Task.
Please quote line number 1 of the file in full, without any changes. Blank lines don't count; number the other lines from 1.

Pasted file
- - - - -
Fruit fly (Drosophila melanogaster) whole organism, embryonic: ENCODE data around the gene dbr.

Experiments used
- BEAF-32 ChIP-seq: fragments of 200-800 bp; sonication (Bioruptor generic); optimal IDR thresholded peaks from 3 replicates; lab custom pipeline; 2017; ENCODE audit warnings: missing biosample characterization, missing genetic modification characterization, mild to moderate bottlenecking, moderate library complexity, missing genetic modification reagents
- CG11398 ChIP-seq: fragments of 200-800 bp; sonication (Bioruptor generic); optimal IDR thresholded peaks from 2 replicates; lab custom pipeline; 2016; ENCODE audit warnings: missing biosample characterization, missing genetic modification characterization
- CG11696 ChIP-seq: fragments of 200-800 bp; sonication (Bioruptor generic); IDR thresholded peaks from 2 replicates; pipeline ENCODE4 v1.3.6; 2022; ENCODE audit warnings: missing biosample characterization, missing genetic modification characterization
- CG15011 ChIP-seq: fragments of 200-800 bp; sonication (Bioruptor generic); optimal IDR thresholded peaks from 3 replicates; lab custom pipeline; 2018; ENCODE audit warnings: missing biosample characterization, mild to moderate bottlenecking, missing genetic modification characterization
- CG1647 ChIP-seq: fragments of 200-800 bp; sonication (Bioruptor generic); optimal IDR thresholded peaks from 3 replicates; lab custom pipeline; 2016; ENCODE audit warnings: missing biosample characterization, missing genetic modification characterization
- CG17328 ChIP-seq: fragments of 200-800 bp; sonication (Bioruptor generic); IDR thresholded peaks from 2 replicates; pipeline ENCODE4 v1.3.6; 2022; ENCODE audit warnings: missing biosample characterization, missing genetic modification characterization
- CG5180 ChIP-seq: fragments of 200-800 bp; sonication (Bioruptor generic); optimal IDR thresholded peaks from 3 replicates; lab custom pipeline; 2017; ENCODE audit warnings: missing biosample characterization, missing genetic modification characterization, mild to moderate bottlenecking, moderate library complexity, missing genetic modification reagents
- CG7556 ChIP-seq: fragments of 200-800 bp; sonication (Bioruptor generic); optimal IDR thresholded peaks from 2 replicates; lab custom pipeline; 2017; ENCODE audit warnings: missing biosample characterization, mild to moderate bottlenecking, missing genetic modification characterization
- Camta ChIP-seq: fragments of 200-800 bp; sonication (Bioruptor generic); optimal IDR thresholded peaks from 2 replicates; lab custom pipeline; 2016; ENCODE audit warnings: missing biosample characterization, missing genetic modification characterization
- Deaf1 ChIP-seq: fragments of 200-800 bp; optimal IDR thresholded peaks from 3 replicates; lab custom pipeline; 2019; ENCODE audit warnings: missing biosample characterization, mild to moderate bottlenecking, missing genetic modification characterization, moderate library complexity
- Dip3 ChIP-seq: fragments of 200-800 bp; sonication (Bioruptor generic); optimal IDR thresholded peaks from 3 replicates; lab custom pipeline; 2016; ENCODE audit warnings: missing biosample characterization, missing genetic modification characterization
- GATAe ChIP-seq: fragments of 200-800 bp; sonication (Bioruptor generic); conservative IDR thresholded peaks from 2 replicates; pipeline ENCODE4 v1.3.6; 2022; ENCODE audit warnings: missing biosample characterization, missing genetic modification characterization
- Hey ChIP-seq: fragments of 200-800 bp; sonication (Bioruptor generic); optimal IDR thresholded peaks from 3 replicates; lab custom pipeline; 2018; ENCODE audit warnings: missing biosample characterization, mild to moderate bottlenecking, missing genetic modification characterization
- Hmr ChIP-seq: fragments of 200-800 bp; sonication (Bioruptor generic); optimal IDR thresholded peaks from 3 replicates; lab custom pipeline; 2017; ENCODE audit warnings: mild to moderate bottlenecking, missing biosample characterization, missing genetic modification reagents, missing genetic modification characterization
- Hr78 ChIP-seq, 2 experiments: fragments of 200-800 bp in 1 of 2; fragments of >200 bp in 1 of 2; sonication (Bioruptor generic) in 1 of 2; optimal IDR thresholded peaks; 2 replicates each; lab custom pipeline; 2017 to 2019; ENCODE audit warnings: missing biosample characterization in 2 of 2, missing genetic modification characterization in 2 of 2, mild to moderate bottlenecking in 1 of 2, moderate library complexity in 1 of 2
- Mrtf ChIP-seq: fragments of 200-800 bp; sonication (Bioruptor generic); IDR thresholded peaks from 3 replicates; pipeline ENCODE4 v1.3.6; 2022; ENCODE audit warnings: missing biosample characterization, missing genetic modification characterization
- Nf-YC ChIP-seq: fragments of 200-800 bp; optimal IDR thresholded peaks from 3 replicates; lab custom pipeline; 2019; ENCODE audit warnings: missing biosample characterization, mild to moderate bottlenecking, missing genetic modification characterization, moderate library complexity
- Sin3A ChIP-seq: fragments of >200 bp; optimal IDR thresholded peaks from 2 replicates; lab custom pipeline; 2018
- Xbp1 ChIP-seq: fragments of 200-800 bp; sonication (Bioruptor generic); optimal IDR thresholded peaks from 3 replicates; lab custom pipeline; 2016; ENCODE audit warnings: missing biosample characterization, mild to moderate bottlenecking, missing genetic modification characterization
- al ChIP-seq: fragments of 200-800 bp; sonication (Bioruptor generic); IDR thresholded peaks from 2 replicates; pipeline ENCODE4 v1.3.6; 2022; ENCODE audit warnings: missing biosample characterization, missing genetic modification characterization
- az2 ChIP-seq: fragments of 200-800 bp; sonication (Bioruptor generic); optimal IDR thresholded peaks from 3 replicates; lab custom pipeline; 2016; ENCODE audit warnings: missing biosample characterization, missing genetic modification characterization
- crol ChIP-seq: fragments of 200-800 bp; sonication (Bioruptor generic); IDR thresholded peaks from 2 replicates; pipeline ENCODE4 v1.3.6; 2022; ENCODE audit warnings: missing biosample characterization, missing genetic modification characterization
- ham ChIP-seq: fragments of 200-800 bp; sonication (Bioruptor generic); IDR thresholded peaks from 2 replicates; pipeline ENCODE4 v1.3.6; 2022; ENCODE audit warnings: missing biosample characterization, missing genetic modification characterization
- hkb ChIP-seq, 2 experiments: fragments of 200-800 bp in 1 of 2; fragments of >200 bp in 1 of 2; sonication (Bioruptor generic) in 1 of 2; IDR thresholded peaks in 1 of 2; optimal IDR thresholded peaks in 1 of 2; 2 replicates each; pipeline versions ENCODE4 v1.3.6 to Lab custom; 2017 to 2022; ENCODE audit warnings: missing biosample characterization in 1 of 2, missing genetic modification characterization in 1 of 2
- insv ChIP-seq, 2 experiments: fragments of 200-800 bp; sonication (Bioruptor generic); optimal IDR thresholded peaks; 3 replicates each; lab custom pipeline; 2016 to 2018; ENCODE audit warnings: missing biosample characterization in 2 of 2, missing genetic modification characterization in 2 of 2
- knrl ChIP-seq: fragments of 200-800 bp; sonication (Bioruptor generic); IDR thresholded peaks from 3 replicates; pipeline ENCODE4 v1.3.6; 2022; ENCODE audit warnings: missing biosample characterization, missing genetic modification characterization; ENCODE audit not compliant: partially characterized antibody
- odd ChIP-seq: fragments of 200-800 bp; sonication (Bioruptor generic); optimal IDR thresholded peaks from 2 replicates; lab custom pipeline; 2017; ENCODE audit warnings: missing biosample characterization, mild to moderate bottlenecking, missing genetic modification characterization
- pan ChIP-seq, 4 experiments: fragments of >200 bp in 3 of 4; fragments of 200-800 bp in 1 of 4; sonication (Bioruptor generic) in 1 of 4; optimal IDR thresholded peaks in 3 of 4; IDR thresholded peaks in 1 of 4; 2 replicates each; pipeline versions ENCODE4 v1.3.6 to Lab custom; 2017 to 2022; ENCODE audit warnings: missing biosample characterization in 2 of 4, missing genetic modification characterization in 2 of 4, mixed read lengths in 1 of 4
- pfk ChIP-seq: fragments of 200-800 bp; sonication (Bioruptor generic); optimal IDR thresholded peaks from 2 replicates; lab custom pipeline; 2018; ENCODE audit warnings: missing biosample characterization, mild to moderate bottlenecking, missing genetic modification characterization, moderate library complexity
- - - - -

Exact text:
Fruit fly (Drosophila melanogaster) whole organism, embryonic: ENCODE data around the gene dbr.